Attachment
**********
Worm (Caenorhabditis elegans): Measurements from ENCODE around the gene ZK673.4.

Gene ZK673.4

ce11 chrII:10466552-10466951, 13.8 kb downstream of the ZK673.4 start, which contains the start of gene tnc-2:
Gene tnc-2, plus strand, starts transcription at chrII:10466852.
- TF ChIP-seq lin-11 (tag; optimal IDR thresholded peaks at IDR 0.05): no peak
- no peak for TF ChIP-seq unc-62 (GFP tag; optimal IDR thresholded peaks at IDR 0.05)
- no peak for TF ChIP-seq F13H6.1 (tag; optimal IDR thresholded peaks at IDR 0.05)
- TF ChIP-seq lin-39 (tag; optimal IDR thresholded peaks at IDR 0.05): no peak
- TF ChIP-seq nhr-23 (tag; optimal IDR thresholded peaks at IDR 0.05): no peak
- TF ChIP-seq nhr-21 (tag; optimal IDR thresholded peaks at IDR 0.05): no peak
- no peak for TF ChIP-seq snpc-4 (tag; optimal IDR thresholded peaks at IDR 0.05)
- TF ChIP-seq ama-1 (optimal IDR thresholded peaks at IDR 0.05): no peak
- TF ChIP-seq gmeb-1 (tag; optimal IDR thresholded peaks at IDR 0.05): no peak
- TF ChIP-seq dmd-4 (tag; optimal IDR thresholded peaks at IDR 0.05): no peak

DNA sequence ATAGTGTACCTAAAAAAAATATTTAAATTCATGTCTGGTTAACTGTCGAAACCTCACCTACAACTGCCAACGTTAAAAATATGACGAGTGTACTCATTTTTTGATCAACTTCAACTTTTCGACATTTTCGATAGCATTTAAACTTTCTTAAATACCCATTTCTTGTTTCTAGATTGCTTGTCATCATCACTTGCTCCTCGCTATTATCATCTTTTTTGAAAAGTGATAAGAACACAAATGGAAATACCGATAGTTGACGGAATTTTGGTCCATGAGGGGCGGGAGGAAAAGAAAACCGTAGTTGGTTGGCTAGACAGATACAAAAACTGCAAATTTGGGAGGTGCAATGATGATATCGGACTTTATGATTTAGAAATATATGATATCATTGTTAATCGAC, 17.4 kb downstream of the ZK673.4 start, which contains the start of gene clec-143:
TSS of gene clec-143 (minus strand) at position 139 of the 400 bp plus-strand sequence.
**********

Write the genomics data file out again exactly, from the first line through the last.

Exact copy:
Worm (Caenorhabditis elegans): Measurements from ENCODE around the gene ZK673.4.

Gene ZK673.4

ce11 chrII:10466552-10466951, 13.8 kb downstream of the ZK673.4 start, which contains the start of gene tnc-2:
Gene tnc-2, plus strand, starts transcription at chrII:10466852.
- TF ChIP-seq lin-11 (tag; optimal IDR thresholded peaks at IDR 0.05): no peak
- no peak for TF ChIP-seq unc-62 (GFP tag; optimal IDR thresholded peaks at IDR 0.05)
- no peak for TF ChIP-seq F13H6.1 (tag; optimal IDR thresholded peaks at IDR 0.05)
- TF ChIP-seq lin-39 (tag; optimal IDR thresholded peaks at IDR 0.05): no peak
- TF ChIP-seq nhr-23 (tag; optimal IDR thresholded peaks at IDR 0.05): no peak
- TF ChIP-seq nhr-21 (tag; optimal IDR thresholded peaks at IDR 0.05): no peak
- no peak for TF ChIP-seq snpc-4 (tag; optimal IDR thresholded peaks at IDR 0.05)
- TF ChIP-seq ama-1 (optimal IDR thresholded peaks at IDR 0.05): no peak
- TF ChIP-seq gmeb-1 (tag; optimal IDR thresholded peaks at IDR 0.05): no peak
- TF ChIP-seq dmd-4 (tag; optimal IDR thresholded peaks at IDR 0.05): no peak

DNA sequence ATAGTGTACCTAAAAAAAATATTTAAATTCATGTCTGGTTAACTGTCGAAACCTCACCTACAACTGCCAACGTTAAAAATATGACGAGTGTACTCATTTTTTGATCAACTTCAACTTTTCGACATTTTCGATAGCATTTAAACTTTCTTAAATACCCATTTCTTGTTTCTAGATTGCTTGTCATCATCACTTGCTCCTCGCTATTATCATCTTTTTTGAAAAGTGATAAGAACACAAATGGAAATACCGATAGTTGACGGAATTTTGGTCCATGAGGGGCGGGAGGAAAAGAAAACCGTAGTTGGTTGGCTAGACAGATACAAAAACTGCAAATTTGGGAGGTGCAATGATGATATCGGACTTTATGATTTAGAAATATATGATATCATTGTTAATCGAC, 17.4 kb downstream of the ZK673.4 start, which contains the start of gene clec-143:
TSS of gene clec-143 (minus strand) at position 139 of the 400 bp plus-strand sequence.